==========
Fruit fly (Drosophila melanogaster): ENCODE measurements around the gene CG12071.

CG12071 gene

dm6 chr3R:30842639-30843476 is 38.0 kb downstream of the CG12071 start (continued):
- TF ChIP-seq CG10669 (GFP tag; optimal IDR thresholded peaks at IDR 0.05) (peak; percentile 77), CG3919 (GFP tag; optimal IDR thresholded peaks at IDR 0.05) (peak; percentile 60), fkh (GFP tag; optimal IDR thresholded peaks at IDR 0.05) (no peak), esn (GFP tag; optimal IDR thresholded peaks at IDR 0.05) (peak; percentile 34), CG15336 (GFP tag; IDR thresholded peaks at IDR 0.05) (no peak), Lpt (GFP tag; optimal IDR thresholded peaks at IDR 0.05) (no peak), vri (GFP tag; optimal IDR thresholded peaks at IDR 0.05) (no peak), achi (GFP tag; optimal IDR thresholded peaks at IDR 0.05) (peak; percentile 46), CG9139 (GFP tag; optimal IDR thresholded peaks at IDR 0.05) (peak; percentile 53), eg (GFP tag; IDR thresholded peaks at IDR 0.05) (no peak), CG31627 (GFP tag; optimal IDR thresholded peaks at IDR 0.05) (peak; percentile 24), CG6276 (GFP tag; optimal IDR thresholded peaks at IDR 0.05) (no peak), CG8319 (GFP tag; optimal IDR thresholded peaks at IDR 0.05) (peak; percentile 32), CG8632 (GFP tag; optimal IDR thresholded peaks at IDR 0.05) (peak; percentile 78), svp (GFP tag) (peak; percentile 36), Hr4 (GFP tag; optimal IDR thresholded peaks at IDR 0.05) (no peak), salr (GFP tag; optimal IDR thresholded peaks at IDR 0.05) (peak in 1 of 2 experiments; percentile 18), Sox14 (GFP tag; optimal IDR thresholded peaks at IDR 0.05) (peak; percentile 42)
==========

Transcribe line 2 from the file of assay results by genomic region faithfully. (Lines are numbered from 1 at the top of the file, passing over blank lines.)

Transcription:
CG12071 gene